Landowners rally in Pierre, call on Noem for special session
PIERRE, S.D. (Dakota News Now) - After months of pushing for the reformation of South Dakota’s eminent domain laws, landowners in opposition to carbon sequestration pipeline projects took their fight to the state capitol, calling on Governor Kristi Noem to stand with them.
At the Property Rights Roundup in the capitol rotunda in Pierre, many landowners voiced their concerns of private companies utilizing eminent domain to construct carbon pipelines.
”One of the first things that they will tell you is if you don’t sign the easements, we will use eminent domain,” said Dennis Wolff, a McPherson County landowner who is in the path of Summit Carbon Solutions’ pipeline project.
One topic was brought up again and again by the landowners and lawmakers who spoke at the event: Governor Kristi Noem. Although she was the topic of much of the conversation, Governor Noem did not attend the event.
”I’m disappointed she didn’t come. I do believe she will hear our concerns, at least I hope she will, and I hope she will take it to heart,” said Wolff.
Rep. Karla Lems of Canton was the sponsor of HB 1133, which would have redefined what common carriers could utilize eminent domain. The bill was killed by the Senate Commerce and Energy Committee after passing through the House of Representatives.
“We govern by the consent of the governed, and the governed have showed up today to say, ‘We don’t consent.’ We don’t consent to this. It is very clear to me that this is wrong, and we are trying to make it right,” said Lems.
Now, landowners and lawmakers alike are calling on Governor Noem to call for a special session.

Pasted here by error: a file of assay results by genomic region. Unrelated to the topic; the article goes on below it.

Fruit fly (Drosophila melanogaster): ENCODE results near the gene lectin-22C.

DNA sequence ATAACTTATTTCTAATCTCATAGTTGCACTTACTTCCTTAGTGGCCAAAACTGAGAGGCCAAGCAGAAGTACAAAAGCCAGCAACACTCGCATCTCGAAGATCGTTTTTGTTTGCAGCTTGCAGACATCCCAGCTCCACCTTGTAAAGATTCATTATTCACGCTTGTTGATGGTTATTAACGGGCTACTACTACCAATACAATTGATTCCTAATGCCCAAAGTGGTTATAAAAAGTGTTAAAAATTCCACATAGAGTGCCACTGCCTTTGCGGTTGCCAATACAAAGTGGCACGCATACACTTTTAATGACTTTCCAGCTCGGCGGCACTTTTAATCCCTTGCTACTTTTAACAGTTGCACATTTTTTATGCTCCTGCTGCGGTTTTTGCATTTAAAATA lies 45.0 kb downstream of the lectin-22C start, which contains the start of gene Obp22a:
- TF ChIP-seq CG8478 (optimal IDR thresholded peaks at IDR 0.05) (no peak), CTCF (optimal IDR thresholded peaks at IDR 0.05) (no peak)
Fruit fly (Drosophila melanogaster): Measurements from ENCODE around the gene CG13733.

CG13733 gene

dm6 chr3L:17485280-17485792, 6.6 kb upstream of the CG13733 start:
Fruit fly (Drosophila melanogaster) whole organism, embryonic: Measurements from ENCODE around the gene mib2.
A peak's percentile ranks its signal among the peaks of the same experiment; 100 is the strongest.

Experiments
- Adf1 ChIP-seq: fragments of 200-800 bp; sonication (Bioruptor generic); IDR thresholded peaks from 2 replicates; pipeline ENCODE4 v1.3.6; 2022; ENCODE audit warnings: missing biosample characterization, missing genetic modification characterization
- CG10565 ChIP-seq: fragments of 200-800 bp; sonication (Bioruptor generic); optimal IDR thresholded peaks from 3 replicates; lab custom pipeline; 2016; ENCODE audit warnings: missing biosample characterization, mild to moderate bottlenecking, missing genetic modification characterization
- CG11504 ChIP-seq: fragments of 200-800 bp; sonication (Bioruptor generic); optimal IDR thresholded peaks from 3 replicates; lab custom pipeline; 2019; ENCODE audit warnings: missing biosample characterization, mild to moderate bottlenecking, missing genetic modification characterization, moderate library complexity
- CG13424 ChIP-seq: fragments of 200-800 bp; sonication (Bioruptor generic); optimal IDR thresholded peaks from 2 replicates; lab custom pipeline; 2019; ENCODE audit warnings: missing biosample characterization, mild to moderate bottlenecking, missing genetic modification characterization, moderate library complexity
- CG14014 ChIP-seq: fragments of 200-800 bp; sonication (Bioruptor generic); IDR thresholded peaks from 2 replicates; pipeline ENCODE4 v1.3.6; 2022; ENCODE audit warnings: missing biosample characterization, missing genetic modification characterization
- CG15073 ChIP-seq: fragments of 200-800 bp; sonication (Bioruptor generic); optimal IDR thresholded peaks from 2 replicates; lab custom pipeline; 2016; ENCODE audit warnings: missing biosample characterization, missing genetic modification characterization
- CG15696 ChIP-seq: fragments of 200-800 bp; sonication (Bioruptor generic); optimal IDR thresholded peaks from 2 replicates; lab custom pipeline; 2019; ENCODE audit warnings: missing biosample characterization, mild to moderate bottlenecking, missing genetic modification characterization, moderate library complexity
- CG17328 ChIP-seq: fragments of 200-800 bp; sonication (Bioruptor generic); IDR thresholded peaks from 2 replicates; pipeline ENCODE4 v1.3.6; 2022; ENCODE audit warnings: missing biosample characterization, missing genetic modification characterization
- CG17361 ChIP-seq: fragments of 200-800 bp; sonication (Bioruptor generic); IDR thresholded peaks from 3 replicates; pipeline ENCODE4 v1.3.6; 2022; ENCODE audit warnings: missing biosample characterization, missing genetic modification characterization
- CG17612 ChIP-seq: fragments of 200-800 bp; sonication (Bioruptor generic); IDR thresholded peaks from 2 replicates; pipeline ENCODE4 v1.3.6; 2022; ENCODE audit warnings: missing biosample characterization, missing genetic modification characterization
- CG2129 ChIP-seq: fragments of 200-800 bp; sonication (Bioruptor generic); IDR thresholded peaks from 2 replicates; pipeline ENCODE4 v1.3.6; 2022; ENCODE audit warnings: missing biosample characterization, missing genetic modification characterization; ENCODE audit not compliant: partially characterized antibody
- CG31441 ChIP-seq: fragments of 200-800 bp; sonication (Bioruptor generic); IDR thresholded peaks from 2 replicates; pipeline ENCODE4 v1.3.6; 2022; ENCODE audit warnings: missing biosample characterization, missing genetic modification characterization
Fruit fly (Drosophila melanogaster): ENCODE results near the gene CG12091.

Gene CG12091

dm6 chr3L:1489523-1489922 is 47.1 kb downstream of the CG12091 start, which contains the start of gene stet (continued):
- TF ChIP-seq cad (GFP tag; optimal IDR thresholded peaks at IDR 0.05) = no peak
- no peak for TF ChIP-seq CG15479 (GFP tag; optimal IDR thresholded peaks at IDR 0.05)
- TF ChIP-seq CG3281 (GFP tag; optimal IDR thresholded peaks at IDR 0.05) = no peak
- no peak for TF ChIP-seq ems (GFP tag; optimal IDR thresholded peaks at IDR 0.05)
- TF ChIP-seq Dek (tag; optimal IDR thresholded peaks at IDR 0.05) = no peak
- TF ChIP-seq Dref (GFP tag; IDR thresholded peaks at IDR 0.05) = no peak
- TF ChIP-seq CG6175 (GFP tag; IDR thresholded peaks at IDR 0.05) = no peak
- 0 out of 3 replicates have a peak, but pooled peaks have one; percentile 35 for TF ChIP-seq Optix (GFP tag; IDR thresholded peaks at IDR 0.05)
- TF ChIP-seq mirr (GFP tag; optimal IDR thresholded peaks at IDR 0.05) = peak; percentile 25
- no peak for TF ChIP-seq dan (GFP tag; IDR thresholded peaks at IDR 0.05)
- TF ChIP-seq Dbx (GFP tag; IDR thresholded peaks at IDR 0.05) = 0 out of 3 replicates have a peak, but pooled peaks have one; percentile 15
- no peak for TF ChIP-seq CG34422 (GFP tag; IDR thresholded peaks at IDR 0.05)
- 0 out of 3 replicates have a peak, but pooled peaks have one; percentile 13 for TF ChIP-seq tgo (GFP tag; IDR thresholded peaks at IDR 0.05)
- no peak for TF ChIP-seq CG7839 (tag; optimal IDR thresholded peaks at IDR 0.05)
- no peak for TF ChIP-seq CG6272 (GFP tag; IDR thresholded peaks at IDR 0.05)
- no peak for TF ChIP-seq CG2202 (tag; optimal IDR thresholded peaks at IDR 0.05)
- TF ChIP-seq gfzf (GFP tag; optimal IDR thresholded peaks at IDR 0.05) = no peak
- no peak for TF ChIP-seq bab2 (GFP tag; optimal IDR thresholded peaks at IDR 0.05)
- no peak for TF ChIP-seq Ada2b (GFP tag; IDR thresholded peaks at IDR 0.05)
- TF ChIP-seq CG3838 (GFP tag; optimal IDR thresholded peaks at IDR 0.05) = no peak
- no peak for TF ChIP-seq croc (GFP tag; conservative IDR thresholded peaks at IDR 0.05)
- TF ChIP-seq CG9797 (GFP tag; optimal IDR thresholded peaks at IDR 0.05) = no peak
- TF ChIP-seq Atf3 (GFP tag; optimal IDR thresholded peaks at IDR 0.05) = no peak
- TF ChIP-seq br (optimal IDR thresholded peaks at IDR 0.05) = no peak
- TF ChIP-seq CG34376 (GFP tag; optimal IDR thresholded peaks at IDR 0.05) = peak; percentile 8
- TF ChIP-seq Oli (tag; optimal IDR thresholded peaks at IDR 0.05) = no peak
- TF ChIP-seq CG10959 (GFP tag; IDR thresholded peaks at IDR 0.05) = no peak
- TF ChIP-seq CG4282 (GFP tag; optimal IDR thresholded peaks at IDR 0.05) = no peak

”I absolutely hope that the legislature and the governor decide to side with the people of South Dakota versus outside corporate interests. Take up the challenge and do what’s right for the people,” said Wolff.
Landowners at the rally came prepared with over 2,000 petitions asking Governor Noem to call a special session, which they delivered to her desk.
Wolff believes more South Dakota residents should pay attention to the issue of eminent domain laws, and making their voices heard is the first step to spreading awareness.
”It’s not just a farmer or landowner or rancher issue. This is kind of the tip of the iceberg. If they can get this through, there’s going to be more things that are going to be pushed through. I think it’s a property owner’s problem,” said Wolff.
Dakota News Now reached out to Governor Noem’s office regarding the concerns of the landowners. Her team referenced us to the following tweet Noem made on June 28:
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